Culture & Communication
Photojournalist: a word that evokes adventure. Sparked by the desire to be a witness to his time, Jean-Pierre Laffont embarked on discovering the world in absolute freedom. To cover the news, to tell stories, that is what he wanted to do. For a photojournalist, America was, and continues to be, a Photographer’s Paradise.
Free, passionate, curious, constantly seeking stories and running after images, Laffont photographed everything, crises, tragedies, daily news, the politics of the White House and the United Nations. Laffont thrived on working alone and only on stories of his choosing. He wrote his itineraries, made his appointments, paid his expenses, developed his films, edited his photos, and wrote his copy. He worked “on speculation”, disliked working on assignments and the needs of the marketplace never entered into his decisions to cover this or that story.
Driven by his own insatiable curiosity, Laffont travelled all fifty of the United States to document a broad swath of the country’s fabric. Laffont captured America through some of its most turbulent eras— seminal moments that may now even seem commonplace but were revelations at the time.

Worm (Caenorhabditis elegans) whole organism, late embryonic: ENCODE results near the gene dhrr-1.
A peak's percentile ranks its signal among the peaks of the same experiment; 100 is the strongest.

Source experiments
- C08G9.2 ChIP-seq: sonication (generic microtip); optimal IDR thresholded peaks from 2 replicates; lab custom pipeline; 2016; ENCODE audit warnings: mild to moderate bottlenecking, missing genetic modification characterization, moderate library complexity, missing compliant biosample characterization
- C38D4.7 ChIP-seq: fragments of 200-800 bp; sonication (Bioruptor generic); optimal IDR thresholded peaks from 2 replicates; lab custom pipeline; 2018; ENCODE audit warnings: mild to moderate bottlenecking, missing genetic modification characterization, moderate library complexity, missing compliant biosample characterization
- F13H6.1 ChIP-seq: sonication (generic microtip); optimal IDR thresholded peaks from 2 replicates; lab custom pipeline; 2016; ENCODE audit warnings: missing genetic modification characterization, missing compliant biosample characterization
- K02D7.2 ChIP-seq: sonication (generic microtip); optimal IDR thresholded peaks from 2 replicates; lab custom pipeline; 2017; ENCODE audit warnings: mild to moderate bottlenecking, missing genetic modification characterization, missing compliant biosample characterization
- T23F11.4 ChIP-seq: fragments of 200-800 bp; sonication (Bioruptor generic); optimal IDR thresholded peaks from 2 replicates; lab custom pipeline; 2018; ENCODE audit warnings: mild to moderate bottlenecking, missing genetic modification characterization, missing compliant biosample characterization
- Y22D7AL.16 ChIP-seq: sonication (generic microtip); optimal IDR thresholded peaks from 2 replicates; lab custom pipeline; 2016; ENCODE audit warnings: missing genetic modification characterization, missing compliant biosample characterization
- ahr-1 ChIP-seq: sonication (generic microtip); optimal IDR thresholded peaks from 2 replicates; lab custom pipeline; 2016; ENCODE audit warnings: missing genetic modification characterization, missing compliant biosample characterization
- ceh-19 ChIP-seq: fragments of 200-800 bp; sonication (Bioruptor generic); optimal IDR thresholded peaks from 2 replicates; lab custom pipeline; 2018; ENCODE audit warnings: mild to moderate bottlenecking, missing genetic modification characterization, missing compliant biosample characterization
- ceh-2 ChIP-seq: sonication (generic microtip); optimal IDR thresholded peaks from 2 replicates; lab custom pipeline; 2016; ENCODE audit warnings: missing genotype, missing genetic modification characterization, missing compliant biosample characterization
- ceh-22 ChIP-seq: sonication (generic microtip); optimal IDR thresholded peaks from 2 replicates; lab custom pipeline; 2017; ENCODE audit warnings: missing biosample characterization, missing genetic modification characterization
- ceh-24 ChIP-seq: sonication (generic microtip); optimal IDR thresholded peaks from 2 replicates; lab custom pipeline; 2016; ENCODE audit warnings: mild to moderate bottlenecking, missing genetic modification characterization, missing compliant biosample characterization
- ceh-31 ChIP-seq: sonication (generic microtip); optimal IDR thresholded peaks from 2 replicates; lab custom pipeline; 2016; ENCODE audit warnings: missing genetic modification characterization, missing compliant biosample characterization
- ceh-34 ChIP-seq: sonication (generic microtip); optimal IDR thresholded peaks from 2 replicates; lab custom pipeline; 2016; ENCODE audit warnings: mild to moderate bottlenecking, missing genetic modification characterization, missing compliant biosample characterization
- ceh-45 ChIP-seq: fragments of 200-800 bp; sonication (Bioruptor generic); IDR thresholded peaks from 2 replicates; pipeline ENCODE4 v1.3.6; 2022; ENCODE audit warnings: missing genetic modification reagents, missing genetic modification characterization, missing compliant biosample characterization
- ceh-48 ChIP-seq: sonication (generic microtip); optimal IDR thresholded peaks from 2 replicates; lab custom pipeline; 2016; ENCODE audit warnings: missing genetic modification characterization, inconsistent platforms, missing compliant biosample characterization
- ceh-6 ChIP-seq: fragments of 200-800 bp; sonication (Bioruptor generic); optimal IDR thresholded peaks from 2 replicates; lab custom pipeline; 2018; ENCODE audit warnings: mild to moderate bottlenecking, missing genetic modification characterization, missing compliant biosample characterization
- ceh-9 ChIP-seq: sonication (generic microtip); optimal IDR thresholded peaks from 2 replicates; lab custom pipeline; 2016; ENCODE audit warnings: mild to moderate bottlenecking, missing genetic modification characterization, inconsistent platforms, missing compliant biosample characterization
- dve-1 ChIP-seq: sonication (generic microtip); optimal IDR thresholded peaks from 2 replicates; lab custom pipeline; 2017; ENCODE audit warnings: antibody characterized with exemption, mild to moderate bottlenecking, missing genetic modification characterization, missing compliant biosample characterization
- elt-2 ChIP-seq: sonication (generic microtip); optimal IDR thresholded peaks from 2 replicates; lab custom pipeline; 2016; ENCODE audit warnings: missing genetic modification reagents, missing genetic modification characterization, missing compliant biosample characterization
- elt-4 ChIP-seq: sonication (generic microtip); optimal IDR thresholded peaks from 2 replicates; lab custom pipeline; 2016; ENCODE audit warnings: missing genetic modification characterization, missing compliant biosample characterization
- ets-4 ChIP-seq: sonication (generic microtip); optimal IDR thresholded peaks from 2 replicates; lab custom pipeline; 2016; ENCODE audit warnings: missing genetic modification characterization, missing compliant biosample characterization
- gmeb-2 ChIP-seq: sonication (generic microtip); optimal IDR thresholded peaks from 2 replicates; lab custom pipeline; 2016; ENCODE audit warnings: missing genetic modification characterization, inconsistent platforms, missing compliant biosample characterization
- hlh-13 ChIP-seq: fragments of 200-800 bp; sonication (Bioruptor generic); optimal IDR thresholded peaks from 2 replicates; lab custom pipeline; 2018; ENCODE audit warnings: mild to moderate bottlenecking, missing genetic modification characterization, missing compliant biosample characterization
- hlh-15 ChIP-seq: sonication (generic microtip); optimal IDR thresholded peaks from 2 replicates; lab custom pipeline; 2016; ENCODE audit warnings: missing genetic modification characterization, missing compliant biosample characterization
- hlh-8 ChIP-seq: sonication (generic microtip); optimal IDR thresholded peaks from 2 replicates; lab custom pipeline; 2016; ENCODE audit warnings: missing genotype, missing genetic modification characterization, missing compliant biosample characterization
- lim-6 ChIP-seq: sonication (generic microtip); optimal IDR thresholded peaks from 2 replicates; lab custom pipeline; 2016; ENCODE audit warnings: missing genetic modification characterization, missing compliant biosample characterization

The book is organized by decade, taking us across the nation, from the funerals of Dr. Martin Luther King Jr. and Robert F. Kennedy to the Washington D.C. protests against the Kent State killings, Laffont is witness to history as it unfolds before his camera.
In November 2014, Glitterati Inc. won the Lucie Award “Best Publisher of the Year“ for Photographer’s Paradise: Turbulent America 1960-1990.
Photographer’s Paradise, Turbulent America 1960-1990 (Glitterati Incorporated)
Fall 2014 Release | $95 | French and English editions
Hardcover, 10 x 13.5 inches, 392 pages, 359 black and white and four-color photograph